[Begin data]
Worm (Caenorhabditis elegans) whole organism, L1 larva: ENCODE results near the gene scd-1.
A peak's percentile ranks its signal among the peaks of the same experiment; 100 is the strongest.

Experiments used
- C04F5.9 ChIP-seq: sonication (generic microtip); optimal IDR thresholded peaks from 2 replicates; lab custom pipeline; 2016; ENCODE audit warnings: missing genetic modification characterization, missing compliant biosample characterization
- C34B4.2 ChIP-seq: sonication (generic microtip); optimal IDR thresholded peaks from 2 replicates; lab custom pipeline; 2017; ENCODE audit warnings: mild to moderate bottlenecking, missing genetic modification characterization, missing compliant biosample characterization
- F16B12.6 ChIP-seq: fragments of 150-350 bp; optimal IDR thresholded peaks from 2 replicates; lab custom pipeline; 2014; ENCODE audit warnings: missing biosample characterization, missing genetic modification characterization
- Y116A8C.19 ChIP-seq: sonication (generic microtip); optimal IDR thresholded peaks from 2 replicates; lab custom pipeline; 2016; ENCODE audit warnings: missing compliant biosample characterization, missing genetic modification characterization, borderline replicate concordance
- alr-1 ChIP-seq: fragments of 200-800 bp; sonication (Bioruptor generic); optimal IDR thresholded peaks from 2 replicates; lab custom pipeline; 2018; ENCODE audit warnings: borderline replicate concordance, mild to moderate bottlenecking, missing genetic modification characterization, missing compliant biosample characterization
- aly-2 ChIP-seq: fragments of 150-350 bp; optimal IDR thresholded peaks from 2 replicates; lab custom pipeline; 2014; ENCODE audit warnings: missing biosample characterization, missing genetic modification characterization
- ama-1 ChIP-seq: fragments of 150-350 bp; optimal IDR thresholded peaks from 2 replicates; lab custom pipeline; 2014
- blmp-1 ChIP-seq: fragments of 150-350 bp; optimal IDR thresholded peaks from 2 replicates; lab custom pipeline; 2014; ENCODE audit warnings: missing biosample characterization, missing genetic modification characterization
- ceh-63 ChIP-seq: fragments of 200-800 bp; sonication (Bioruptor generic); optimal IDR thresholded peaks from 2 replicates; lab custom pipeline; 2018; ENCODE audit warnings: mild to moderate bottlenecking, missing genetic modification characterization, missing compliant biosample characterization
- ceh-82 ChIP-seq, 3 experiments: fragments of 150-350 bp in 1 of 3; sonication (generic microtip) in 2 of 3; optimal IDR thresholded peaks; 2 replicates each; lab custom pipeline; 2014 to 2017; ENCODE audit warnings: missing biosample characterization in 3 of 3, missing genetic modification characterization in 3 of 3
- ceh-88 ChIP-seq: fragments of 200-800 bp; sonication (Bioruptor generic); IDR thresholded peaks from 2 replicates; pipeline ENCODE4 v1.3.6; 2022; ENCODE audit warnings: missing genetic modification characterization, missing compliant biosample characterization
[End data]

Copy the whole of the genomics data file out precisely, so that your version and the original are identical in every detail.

Worm (Caenorhabditis elegans) whole organism, L1 larva: ENCODE results near the gene scd-1.
A peak's percentile ranks its signal among the peaks of the same experiment; 100 is the strongest.

Experiments used
- C04F5.9 ChIP-seq: sonication (generic microtip); optimal IDR thresholded peaks from 2 replicates; lab custom pipeline; 2016; ENCODE audit warnings: missing genetic modification characterization, missing compliant biosample characterization
- C34B4.2 ChIP-seq: sonication (generic microtip); optimal IDR thresholded peaks from 2 replicates; lab custom pipeline; 2017; ENCODE audit warnings: mild to moderate bottlenecking, missing genetic modification characterization, missing compliant biosample characterization
- F16B12.6 ChIP-seq: fragments of 150-350 bp; optimal IDR thresholded peaks from 2 replicates; lab custom pipeline; 2014; ENCODE audit warnings: missing biosample characterization, missing genetic modification characterization
- Y116A8C.19 ChIP-seq: sonication (generic microtip); optimal IDR thresholded peaks from 2 replicates; lab custom pipeline; 2016; ENCODE audit warnings: missing compliant biosample characterization, missing genetic modification characterization, borderline replicate concordance
- alr-1 ChIP-seq: fragments of 200-800 bp; sonication (Bioruptor generic); optimal IDR thresholded peaks from 2 replicates; lab custom pipeline; 2018; ENCODE audit warnings: borderline replicate concordance, mild to moderate bottlenecking, missing genetic modification characterization, missing compliant biosample characterization
- aly-2 ChIP-seq: fragments of 150-350 bp; optimal IDR thresholded peaks from 2 replicates; lab custom pipeline; 2014; ENCODE audit warnings: missing biosample characterization, missing genetic modification characterization
- ama-1 ChIP-seq: fragments of 150-350 bp; optimal IDR thresholded peaks from 2 replicates; lab custom pipeline; 2014
- blmp-1 ChIP-seq: fragments of 150-350 bp; optimal IDR thresholded peaks from 2 replicates; lab custom pipeline; 2014; ENCODE audit warnings: missing biosample characterization, missing genetic modification characterization
- ceh-63 ChIP-seq: fragments of 200-800 bp; sonication (Bioruptor generic); optimal IDR thresholded peaks from 2 replicates; lab custom pipeline; 2018; ENCODE audit warnings: mild to moderate bottlenecking, missing genetic modification characterization, missing compliant biosample characterization
- ceh-82 ChIP-seq, 3 experiments: fragments of 150-350 bp in 1 of 3; sonication (generic microtip) in 2 of 3; optimal IDR thresholded peaks; 2 replicates each; lab custom pipeline; 2014 to 2017; ENCODE audit warnings: missing biosample characterization in 3 of 3, missing genetic modification characterization in 3 of 3
- ceh-88 ChIP-seq: fragments of 200-800 bp; sonication (Bioruptor generic); IDR thresholded peaks from 2 replicates; pipeline ENCODE4 v1.3.6; 2022; ENCODE audit warnings: missing genetic modification characterization, missing compliant biosample characterization